As Rashi explains, Eisav was bragging to Ya'akov. He wasn't just rejecting Ya'akov's gift, he was saying that he was so fantastically wealthy and powerful that it couldn't possibly make a difference to his life! However, since quantity was the issue for Eisav, as evident from his words, "I have plenty," in the end he did keep the gift and increased his wealth.
However, says Rashi, Ya'akov's answer indicated that quantity did not concern him. After all, what is "enough"? What happens if he needs more tomorrow and regrets having been so generous to his brother the day before?
Not possible, says Ya'akov. The point of materialistic possessions is to allow for expression of spiritual desire in the physical world. They are to allow a person to act on behalf of G-d to take care of himself and others. Materialism can only be a means to an end, and that end being the spiritual fulfillment and the fulfillment of the will of G-d and purpose for creation. As long as I am focused on that, Ya'akov says, then G-d will always make sure that I have what I need to accomplish exactly that. That's a guarantee.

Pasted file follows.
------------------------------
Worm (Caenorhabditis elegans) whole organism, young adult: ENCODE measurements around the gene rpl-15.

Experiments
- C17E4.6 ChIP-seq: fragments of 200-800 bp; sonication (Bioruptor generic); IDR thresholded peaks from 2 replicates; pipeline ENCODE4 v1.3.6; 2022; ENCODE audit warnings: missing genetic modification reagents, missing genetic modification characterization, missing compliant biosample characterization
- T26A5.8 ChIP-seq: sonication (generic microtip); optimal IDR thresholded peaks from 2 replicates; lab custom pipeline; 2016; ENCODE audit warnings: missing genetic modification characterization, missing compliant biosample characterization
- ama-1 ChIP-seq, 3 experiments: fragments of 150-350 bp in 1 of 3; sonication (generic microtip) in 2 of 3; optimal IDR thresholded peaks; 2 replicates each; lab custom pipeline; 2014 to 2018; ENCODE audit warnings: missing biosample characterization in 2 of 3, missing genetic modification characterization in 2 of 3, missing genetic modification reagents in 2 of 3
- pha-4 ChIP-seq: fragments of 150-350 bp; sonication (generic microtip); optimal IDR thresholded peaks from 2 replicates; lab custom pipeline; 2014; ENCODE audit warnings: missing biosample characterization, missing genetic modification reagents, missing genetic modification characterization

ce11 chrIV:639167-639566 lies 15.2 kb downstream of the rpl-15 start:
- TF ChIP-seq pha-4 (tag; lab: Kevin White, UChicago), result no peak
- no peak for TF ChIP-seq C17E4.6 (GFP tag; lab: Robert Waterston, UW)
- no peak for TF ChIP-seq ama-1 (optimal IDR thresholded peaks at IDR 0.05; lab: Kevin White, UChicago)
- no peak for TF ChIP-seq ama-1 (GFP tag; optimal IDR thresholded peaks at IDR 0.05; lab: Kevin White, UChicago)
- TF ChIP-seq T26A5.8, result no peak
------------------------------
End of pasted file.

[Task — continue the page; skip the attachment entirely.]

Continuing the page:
So now, when we come back to the mitzvah of helping a fellow whose financial "empire" is crumbling, though we may wonder what he did to deserve such a Heavenly decree, it is not really our concern (unless we have some true and objective criticism to offer regarding the matter). We can conjecture all we want, but the real truth will remain hidden from us until the end of days.
What does concern us is the Divine Providence that has brought us together so that we have become aware of his plight, and have the means to help him. When that is the case, then the test has begun. Our decision is going to do much more than simply alter the financial position of our downtrodden neighbor. It is going to reveal whether we share Ya'akov's position with respect to materialism, or Eisav's.
(Author, lecturer, and scholar Rabbi Pinchas Winston is the director of ThirtySix.org